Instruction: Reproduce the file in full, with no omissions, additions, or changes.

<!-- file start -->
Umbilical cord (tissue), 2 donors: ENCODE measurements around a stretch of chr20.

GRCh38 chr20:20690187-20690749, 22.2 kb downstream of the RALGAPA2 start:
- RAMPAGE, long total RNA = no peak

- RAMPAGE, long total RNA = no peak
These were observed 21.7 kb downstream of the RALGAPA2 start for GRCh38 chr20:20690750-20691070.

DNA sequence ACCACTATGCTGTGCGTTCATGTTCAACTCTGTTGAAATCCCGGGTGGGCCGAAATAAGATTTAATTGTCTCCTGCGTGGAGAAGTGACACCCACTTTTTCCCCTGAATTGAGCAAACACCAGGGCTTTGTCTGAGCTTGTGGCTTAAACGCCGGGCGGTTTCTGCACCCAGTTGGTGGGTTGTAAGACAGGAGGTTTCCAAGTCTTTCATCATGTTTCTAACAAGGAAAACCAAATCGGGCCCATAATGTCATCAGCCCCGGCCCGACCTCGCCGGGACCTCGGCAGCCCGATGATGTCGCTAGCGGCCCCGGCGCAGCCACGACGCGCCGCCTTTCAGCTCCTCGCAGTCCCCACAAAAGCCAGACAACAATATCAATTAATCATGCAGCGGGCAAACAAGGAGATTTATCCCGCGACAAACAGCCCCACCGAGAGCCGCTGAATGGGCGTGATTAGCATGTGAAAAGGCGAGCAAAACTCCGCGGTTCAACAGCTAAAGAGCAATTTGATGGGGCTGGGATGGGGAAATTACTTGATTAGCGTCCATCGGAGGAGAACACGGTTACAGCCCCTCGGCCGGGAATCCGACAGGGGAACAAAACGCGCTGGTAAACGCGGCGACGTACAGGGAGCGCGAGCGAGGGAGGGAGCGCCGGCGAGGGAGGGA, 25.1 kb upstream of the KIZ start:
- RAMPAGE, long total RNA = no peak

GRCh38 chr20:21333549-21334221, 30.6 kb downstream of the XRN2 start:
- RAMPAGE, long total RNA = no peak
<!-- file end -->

Umbilical cord (tissue), 2 donors: ENCODE measurements around a stretch of chr20.

GRCh38 chr20:20690187-20690749, 22.2 kb downstream of the RALGAPA2 start:
- RAMPAGE, long total RNA = no peak

- RAMPAGE, long total RNA = no peak
These were observed 21.7 kb downstream of the RALGAPA2 start for GRCh38 chr20:20690750-20691070.

DNA sequence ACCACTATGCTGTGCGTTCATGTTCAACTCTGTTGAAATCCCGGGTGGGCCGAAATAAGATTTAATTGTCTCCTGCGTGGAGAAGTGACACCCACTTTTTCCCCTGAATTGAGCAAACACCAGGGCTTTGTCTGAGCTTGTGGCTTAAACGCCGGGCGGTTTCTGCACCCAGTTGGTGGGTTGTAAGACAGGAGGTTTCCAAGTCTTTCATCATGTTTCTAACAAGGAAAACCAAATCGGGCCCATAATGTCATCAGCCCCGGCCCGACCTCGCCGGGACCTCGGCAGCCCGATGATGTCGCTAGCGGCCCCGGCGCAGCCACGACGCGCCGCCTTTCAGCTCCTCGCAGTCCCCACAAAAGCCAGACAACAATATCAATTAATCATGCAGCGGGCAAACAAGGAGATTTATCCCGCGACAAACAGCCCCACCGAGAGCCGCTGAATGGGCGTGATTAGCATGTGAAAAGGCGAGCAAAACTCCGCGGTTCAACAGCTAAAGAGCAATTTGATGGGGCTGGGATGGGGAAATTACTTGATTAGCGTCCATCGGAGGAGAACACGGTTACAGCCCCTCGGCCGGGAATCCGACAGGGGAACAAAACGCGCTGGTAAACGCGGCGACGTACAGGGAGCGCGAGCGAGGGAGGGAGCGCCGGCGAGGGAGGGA, 25.1 kb upstream of the KIZ start:
- RAMPAGE, long total RNA = no peak

GRCh38 chr20:21333549-21334221, 30.6 kb downstream of the XRN2 start:
- RAMPAGE, long total RNA = no peak